When The Wildlife Society advertised a workshop in Southern California to learn more about eDNA, I didn’t immediately jump at the chance. I’m a wildlife biologist native to Oregon, and I didn’t think traveling to SoCal in late July sounded like a very good idea. But I clicked on the link anyway. I’m so glad I did!
eDNA (environmental DNA) is a relatively new technique scientists are using to look for wildlife in ecosystems where they’re hard to locate. eDNA comes from biological material that species have shed. You can use scat to learn about an individual species, or shed material to learn which species are using a habitat. I’ve been conducting surveys for many species of wildlife, using a variety of protocols, for more than 20 years, but I’ve never used eDNA to do it. I learned that eDNA is best used when there isn’t any other way to find the species. For example, there might be such low numbers in an area that traditional surveys wouldn’t detect the species – but by looking for evidence of their DNA, you can find them.
To learn how to collect eDNA, we had the amazing opportunity to head out to The Nature Conservancy’s Jack and Laura Dangermond Preserve. It’s a place dedicated to preservation, located adjacent to Vandenberg Air Force Base outside Lompoc, Calif. (Yeah, I had to look it up!)
It seems pretty simple to collect eDNA; you use a mix of hoses, filters, pumps and poles – it didn’t look a lot different from my backpacking water filter. However, you must be super-careful not to contaminate the sample. When I tried it, I felt like I needed at least seven hands to do everything right. But it got easier. And when you’re done, you’re left with a tiny test-tube-looking filter that you keep on ice and send to the lab. They “run it” and tell you if evidence of the species you’re looking for was found in the sample. Easy.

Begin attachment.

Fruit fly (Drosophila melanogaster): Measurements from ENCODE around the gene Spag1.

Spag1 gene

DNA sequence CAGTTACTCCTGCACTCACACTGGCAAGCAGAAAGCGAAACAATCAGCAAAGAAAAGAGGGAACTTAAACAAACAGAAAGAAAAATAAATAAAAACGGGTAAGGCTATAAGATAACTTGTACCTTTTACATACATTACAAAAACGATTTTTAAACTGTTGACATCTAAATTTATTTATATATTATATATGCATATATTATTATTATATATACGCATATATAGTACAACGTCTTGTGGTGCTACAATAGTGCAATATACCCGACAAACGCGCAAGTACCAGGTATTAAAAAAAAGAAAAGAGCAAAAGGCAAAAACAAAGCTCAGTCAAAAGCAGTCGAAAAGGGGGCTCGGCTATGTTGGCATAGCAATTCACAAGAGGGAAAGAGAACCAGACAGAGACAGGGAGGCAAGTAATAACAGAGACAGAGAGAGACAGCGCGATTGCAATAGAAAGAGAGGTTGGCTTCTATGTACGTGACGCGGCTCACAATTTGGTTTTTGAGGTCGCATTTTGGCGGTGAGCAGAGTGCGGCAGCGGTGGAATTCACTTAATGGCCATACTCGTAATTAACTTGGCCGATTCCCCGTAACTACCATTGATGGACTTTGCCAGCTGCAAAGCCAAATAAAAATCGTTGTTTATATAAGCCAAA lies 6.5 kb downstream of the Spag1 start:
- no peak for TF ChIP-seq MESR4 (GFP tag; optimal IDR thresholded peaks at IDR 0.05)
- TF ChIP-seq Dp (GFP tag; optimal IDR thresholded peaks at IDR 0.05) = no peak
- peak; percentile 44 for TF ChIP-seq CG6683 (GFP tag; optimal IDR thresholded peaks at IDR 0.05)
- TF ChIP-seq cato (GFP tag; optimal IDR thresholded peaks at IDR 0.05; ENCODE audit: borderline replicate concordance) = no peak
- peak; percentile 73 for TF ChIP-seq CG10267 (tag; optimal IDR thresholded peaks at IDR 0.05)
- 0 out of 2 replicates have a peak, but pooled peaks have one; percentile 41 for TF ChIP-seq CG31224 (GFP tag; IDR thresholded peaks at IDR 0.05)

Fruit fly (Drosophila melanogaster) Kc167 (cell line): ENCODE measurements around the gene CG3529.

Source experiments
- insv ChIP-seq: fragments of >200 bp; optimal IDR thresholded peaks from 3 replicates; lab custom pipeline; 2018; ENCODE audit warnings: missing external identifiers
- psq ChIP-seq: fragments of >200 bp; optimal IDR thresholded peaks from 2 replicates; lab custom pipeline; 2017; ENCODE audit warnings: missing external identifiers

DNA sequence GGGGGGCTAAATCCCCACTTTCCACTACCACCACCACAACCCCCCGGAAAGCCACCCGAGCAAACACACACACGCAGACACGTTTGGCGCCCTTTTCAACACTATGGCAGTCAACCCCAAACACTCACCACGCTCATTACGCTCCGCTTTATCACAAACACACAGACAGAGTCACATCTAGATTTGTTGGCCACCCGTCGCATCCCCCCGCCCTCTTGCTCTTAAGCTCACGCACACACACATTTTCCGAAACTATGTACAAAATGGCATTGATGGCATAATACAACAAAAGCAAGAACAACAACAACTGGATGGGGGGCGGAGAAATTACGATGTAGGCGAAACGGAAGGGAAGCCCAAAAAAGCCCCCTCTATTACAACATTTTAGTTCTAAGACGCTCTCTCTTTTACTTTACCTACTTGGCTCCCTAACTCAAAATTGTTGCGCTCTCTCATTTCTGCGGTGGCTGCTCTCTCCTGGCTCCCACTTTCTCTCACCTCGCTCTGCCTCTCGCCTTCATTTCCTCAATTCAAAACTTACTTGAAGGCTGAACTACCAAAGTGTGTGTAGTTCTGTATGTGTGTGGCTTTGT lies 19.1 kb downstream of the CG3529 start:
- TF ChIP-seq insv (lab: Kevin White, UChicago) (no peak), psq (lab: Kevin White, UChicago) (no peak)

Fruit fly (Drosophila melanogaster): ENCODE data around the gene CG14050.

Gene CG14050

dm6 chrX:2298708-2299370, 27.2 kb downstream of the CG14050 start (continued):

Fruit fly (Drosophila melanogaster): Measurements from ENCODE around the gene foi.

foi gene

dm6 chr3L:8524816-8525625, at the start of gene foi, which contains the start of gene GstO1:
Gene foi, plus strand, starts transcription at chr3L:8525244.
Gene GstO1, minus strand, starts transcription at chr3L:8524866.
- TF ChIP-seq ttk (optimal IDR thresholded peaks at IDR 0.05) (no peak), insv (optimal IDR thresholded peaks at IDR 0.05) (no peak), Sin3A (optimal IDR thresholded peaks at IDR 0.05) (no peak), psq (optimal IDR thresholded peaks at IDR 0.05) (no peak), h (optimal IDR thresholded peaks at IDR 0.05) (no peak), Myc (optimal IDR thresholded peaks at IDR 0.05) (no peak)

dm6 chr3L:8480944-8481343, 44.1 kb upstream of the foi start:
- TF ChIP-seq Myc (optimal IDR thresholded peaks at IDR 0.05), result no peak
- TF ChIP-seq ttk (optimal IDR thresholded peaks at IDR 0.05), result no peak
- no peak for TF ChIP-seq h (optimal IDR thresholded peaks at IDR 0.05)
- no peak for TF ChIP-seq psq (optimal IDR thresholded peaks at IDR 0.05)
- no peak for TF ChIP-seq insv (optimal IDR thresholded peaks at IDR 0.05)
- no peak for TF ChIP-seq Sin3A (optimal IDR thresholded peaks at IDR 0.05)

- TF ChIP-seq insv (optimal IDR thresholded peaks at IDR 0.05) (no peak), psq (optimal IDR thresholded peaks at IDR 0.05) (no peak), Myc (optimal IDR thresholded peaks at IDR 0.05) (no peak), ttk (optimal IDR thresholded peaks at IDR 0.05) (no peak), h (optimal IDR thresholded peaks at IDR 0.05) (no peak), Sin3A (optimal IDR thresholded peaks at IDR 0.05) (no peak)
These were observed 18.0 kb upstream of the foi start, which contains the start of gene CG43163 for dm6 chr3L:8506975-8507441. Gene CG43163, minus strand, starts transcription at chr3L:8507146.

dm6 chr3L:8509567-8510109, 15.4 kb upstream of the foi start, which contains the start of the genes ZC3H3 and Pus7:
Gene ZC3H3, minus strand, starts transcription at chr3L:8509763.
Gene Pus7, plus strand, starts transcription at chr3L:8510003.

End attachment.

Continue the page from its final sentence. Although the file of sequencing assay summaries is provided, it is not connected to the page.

But I’m a practical person, and I work with foresters and land managers. Is this useful for us? Do we want to wait for samples to be run through the lab? And what about “false positives”? In regard to the latter, I learned that there really aren’t false positives, and it’s so incredibly unlikely that something or someone is going to “dump” eDNA into your research area that no one worries about that. OK, whew! So how can I use it?
One immediately useful way eDNA is and can be used is to determine the upper extent of fish use in forest streams. This seems like a very good idea to me, as we’re still lugging in backpack-style fish “shockers” and literally shocking the fish to see if they’re present. It’s an accepted method and doesn’t hurt the fish. But with new technology, we may have other methods to learn if fish are using the stream, with less impact on them.
More research is needed to determine the efficacy of eDNA, and we need to work with regulators so everyone is comfortable with the data. But as new technology becomes available, this may be another accepted method to learn about the species we manage. If you want to learn more about wildlife species in Oregon, check out the Wildlife in Managed Forest publication series. (https://www.oregonforests.org/publications)
Fran Cafferata Coe